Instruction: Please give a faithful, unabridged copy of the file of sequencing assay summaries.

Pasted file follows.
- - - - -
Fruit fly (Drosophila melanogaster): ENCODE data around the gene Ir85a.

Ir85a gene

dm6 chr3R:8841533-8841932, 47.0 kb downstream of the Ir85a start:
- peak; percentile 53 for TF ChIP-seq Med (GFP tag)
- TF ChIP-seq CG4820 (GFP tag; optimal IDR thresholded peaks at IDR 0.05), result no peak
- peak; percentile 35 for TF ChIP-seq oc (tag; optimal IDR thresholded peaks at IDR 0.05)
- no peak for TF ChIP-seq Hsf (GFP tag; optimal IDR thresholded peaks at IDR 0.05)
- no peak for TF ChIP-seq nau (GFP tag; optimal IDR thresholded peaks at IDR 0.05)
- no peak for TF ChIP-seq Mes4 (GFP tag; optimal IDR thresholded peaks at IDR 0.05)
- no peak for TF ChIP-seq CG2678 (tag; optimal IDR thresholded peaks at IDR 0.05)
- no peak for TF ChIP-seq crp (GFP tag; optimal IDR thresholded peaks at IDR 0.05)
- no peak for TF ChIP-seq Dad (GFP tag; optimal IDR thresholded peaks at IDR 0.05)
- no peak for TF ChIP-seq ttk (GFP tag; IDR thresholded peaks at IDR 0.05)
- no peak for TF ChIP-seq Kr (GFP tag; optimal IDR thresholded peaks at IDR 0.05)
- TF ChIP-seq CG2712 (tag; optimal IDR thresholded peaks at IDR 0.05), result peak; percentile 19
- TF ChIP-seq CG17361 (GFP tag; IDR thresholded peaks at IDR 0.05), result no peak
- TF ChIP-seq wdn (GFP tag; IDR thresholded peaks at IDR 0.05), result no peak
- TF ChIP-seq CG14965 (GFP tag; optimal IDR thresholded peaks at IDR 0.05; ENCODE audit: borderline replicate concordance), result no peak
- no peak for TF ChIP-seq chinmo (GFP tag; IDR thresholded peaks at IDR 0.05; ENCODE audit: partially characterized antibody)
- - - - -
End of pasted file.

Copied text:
Fruit fly (Drosophila melanogaster): ENCODE data around the gene Ir85a.

Ir85a gene

dm6 chr3R:8841533-8841932, 47.0 kb downstream of the Ir85a start:
- peak; percentile 53 for TF ChIP-seq Med (GFP tag)
- TF ChIP-seq CG4820 (GFP tag; optimal IDR thresholded peaks at IDR 0.05), result no peak
- peak; percentile 35 for TF ChIP-seq oc (tag; optimal IDR thresholded peaks at IDR 0.05)
- no peak for TF ChIP-seq Hsf (GFP tag; optimal IDR thresholded peaks at IDR 0.05)
- no peak for TF ChIP-seq nau (GFP tag; optimal IDR thresholded peaks at IDR 0.05)
- no peak for TF ChIP-seq Mes4 (GFP tag; optimal IDR thresholded peaks at IDR 0.05)
- no peak for TF ChIP-seq CG2678 (tag; optimal IDR thresholded peaks at IDR 0.05)
- no peak for TF ChIP-seq crp (GFP tag; optimal IDR thresholded peaks at IDR 0.05)
- no peak for TF ChIP-seq Dad (GFP tag; optimal IDR thresholded peaks at IDR 0.05)
- no peak for TF ChIP-seq ttk (GFP tag; IDR thresholded peaks at IDR 0.05)
- no peak for TF ChIP-seq Kr (GFP tag; optimal IDR thresholded peaks at IDR 0.05)
- TF ChIP-seq CG2712 (tag; optimal IDR thresholded peaks at IDR 0.05), result peak; percentile 19
- TF ChIP-seq CG17361 (GFP tag; IDR thresholded peaks at IDR 0.05), result no peak
- TF ChIP-seq wdn (GFP tag; IDR thresholded peaks at IDR 0.05), result no peak
- TF ChIP-seq CG14965 (GFP tag; optimal IDR thresholded peaks at IDR 0.05; ENCODE audit: borderline replicate concordance), result no peak
- no peak for TF ChIP-seq chinmo (GFP tag; IDR thresholded peaks at IDR 0.05; ENCODE audit: partially characterized antibody)